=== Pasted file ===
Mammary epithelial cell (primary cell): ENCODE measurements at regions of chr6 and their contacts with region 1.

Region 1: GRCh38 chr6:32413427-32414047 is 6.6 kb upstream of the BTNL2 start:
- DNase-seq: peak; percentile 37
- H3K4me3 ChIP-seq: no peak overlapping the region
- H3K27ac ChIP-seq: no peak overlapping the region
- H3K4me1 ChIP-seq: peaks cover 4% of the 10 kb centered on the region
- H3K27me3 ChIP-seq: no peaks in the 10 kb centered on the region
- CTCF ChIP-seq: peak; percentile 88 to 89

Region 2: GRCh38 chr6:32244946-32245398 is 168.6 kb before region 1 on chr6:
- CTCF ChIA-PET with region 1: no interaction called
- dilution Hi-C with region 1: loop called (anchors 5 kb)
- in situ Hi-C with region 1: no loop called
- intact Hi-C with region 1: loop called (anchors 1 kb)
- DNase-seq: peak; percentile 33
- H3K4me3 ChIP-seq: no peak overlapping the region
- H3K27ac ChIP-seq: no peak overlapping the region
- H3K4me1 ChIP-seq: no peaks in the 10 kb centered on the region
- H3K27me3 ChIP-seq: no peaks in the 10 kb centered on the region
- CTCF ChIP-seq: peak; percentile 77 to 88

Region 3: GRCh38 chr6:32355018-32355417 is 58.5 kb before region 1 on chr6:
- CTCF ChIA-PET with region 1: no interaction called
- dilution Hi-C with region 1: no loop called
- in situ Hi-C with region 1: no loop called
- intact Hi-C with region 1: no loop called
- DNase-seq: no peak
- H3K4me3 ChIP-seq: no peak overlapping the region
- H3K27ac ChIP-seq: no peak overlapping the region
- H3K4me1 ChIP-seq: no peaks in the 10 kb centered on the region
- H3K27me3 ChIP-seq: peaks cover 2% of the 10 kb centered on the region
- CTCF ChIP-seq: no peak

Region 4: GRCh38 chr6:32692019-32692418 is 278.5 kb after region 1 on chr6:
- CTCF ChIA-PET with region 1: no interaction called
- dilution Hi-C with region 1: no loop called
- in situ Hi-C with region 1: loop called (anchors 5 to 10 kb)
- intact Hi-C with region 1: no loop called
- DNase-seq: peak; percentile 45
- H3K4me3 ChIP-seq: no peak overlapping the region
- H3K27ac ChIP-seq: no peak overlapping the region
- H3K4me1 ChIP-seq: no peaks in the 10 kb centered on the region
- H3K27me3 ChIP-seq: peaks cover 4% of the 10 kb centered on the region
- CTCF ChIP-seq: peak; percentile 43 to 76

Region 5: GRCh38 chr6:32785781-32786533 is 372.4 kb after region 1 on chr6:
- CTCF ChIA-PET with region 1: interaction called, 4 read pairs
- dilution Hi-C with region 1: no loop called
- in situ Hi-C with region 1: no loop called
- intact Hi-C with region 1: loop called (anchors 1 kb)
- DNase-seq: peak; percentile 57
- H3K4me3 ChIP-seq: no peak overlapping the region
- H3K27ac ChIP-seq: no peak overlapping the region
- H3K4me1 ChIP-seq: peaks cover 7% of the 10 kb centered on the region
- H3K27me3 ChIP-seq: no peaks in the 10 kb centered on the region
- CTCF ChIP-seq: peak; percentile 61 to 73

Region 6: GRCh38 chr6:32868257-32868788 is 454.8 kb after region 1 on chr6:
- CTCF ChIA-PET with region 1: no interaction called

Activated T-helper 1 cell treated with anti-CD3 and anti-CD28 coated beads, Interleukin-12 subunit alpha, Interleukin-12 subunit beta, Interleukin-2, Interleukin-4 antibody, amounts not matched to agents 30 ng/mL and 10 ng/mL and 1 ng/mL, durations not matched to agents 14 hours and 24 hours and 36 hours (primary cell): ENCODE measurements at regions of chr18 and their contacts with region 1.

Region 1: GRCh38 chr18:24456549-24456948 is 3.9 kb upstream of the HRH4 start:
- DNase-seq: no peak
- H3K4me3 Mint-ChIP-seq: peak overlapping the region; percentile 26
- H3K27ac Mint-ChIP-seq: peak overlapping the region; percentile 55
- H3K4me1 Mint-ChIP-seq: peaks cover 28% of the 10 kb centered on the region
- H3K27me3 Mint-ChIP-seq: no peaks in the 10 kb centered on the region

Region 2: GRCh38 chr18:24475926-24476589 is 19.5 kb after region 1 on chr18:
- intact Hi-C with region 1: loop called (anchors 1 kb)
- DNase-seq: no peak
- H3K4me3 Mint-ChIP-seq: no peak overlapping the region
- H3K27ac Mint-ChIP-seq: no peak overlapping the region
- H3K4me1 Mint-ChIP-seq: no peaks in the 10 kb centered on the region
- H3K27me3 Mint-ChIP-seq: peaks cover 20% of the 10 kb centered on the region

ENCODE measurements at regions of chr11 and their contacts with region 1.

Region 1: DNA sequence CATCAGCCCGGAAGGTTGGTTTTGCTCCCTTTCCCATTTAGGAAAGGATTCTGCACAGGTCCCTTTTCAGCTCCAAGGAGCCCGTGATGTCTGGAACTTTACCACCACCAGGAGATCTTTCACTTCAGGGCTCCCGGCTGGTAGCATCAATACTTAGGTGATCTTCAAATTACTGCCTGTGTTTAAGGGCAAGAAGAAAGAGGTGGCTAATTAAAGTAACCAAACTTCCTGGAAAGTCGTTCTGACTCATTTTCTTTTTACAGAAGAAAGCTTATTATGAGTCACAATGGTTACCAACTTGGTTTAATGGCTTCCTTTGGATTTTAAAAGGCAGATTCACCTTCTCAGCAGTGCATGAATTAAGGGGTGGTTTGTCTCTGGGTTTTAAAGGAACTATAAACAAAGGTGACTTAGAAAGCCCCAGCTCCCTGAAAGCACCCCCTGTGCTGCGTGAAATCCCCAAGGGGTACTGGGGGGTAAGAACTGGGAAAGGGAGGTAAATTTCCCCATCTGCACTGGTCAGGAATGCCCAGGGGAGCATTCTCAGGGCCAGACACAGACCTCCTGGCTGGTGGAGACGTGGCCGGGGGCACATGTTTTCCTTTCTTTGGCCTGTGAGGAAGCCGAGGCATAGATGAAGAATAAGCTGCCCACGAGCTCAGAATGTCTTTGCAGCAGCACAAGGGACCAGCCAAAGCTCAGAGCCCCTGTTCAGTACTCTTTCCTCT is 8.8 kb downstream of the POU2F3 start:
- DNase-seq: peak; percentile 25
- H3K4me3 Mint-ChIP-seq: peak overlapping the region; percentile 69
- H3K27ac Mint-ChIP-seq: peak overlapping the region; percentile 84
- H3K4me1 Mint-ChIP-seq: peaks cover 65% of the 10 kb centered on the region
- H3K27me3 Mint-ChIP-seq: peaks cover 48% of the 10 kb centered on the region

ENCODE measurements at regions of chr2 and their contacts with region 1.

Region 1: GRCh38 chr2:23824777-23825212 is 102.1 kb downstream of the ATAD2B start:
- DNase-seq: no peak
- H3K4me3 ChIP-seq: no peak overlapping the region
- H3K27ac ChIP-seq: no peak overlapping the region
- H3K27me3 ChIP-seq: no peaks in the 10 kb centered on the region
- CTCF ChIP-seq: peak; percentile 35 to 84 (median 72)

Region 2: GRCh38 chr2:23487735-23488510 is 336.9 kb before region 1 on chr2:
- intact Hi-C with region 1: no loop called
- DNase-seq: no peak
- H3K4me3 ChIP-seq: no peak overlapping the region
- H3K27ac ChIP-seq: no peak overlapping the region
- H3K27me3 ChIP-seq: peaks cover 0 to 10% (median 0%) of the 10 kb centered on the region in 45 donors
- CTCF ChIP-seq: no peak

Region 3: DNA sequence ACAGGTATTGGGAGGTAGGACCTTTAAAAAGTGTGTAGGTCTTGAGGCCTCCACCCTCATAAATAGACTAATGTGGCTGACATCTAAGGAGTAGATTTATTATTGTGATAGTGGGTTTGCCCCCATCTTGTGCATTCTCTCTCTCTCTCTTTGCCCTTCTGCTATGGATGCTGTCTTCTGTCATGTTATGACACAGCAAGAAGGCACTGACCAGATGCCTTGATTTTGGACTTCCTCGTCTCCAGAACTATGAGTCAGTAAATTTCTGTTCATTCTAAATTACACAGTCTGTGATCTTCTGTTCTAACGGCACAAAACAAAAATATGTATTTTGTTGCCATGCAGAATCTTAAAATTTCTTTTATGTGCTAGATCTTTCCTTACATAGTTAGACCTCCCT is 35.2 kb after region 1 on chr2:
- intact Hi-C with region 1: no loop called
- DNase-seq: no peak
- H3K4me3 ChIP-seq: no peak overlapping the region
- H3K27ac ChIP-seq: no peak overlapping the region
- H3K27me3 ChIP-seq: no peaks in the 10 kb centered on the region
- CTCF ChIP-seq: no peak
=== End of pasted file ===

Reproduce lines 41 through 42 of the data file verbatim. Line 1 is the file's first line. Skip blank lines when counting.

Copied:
- CTCF ChIP-seq: peak; percentile 43 to 76

Region 5: GRCh38 chr6:32785781-32786533 is 372.4 kb after region 1 on chr6: